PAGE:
Directed search, coordination failure and seller profit: an experimental comparison of posted pricing with single and multiple prices

Nejat Anbarci and Nick Feltovich

We use a human-subjects experiment to examine market outcomes in two related settings involving posted pricing by firms and and directed search by consumers. Sellers simultaneously post asking prices for a single indivisible good; buyers observe the prices and simultaneously choose which firm to visit. In the one-price model, each firm posts a single asking price. In the two-price model, each posts a menu of prices: a "single-buyer" price (applicable when exactly one buyer visits), and a "multi-buyer" price (applicable when multiple buyers visit). While the multi-buyer price allows sellers the possibility of taking advantage of local market power, our experimental results - based on a 2x2 (2 buyers, 2 sellers) market - suggest that multi-buyer prices can actually be lower than either single-buyer prices or prices in the one-price treatment. We also find that allowing a separate multi-buyer price has no apparent effect on seller profits, and leads to a small increase in frictions. Finally, observed price dispersion is higher in the two-price treatment than in the one-price treatment. A follow-up experiment, using asymmetric 3x2 and 2x3 markets, shows that our main results are robust to giving either buyers or sellers market power.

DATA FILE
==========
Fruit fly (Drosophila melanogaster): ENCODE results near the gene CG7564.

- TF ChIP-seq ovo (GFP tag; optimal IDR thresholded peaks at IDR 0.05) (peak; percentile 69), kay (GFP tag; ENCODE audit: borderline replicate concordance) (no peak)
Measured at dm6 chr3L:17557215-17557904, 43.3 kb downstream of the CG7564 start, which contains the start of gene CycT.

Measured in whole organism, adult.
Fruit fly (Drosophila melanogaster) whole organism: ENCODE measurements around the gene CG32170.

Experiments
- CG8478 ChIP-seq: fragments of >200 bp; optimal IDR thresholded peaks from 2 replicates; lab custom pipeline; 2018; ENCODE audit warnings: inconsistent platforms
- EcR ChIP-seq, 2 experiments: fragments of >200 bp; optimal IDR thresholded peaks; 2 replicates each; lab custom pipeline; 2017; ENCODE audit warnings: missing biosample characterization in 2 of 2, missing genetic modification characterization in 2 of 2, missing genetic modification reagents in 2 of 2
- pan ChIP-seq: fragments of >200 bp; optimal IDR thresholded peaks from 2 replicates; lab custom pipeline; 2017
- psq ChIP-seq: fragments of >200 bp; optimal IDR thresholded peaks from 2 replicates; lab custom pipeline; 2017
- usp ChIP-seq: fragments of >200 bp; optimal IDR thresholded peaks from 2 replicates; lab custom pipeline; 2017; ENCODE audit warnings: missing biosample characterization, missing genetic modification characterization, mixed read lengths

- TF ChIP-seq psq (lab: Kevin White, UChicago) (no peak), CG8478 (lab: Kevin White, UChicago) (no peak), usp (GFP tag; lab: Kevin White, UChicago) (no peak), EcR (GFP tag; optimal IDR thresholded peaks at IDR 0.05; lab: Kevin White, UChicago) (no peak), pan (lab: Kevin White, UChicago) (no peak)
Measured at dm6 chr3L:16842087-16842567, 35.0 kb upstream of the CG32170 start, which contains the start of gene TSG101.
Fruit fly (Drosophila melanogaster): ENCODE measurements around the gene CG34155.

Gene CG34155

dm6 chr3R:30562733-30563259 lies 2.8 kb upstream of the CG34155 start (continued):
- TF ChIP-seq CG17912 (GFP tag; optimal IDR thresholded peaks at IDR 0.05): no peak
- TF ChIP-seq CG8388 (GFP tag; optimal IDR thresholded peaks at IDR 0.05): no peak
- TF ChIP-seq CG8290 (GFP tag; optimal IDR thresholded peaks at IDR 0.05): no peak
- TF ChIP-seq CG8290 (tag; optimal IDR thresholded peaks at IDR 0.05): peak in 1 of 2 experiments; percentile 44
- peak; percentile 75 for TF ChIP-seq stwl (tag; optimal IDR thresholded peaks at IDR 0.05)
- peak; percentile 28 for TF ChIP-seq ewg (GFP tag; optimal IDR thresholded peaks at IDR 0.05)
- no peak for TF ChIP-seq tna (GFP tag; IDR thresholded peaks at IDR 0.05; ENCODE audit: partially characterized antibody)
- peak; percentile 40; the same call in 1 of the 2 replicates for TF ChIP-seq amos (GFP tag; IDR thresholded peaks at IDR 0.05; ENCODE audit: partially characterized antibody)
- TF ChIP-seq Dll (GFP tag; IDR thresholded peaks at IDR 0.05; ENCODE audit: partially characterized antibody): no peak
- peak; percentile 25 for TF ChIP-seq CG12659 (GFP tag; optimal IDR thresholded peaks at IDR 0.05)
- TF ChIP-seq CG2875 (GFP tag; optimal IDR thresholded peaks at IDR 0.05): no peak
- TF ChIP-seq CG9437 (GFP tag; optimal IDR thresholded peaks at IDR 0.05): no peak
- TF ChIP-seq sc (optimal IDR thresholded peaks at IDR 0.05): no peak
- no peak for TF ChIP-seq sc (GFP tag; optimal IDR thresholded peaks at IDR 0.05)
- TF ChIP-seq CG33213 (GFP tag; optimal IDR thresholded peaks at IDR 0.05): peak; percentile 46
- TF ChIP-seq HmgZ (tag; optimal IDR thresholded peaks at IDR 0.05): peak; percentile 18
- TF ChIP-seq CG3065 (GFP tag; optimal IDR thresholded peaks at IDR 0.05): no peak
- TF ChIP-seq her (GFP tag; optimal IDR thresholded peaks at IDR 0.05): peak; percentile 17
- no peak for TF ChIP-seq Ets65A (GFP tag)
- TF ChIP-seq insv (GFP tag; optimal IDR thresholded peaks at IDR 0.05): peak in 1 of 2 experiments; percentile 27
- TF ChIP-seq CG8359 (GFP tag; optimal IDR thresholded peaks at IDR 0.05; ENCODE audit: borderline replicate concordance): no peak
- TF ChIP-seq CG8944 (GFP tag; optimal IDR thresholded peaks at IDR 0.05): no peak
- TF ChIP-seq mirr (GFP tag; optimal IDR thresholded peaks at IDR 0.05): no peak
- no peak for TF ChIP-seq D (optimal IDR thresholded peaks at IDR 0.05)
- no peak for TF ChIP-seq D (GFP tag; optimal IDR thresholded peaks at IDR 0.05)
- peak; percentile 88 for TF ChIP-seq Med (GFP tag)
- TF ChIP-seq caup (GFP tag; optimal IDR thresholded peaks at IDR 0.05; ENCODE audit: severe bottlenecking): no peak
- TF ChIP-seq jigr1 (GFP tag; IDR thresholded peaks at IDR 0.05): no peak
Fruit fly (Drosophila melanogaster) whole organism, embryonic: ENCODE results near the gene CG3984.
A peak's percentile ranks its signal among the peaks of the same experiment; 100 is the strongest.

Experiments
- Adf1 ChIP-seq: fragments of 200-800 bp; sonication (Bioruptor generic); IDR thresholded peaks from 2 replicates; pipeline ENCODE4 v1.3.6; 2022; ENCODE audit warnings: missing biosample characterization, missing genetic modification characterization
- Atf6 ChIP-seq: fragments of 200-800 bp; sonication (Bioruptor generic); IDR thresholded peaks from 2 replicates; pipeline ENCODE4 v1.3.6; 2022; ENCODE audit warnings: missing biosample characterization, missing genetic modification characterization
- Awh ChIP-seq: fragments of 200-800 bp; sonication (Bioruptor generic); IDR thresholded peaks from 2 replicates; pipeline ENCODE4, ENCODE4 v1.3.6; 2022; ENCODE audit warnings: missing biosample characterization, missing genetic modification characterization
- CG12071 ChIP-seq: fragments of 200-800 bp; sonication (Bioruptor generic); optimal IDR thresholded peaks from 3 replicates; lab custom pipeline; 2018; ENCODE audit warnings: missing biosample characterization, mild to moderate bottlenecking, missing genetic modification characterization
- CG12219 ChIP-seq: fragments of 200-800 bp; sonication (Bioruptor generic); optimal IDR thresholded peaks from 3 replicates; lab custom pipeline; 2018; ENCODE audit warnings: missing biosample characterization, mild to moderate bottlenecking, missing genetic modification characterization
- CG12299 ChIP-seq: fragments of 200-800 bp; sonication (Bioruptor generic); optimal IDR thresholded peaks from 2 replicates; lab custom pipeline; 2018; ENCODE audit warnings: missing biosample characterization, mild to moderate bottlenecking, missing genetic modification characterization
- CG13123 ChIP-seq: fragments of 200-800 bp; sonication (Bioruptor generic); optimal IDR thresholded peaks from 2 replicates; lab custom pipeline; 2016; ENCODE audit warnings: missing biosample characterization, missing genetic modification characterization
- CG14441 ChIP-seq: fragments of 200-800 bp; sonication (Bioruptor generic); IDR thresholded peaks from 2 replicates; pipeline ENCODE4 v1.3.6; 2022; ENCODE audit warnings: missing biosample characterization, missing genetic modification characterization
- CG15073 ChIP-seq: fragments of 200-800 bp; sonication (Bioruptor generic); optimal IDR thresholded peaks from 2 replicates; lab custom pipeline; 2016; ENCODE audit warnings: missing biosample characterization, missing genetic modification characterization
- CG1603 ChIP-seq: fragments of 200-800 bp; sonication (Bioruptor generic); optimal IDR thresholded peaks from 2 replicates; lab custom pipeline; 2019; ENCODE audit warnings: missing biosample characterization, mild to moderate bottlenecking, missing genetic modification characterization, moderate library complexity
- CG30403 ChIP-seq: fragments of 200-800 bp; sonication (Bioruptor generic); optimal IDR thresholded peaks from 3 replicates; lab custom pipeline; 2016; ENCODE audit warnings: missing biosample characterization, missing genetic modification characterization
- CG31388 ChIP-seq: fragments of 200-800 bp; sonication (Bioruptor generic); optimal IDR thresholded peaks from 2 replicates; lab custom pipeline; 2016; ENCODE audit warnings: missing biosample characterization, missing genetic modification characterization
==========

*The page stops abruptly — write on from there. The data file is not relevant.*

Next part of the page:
Paper (PDF)